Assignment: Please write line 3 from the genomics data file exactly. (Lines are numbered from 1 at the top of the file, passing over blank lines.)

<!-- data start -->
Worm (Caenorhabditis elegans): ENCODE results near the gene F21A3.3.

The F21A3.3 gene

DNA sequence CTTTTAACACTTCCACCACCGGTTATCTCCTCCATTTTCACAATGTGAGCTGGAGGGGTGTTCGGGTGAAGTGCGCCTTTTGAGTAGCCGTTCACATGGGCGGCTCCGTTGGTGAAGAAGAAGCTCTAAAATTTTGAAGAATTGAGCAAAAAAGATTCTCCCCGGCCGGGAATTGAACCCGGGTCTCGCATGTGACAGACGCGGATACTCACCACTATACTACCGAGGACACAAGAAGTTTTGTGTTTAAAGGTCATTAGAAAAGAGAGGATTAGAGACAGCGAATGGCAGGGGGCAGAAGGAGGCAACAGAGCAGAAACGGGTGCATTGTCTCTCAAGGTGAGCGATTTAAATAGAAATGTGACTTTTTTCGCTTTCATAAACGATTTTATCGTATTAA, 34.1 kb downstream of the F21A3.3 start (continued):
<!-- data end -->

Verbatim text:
DNA sequence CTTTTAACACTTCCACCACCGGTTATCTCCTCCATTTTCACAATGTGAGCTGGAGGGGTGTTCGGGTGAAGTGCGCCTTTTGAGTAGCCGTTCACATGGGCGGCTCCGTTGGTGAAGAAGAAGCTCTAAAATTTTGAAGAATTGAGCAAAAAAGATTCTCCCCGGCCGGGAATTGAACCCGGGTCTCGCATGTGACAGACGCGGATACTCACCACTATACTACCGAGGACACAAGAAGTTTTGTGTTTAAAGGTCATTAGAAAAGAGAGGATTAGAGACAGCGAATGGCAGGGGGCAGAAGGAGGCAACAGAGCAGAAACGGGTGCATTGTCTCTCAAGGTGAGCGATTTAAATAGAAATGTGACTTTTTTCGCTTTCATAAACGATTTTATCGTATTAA, 34.1 kb downstream of the F21A3.3 start (continued):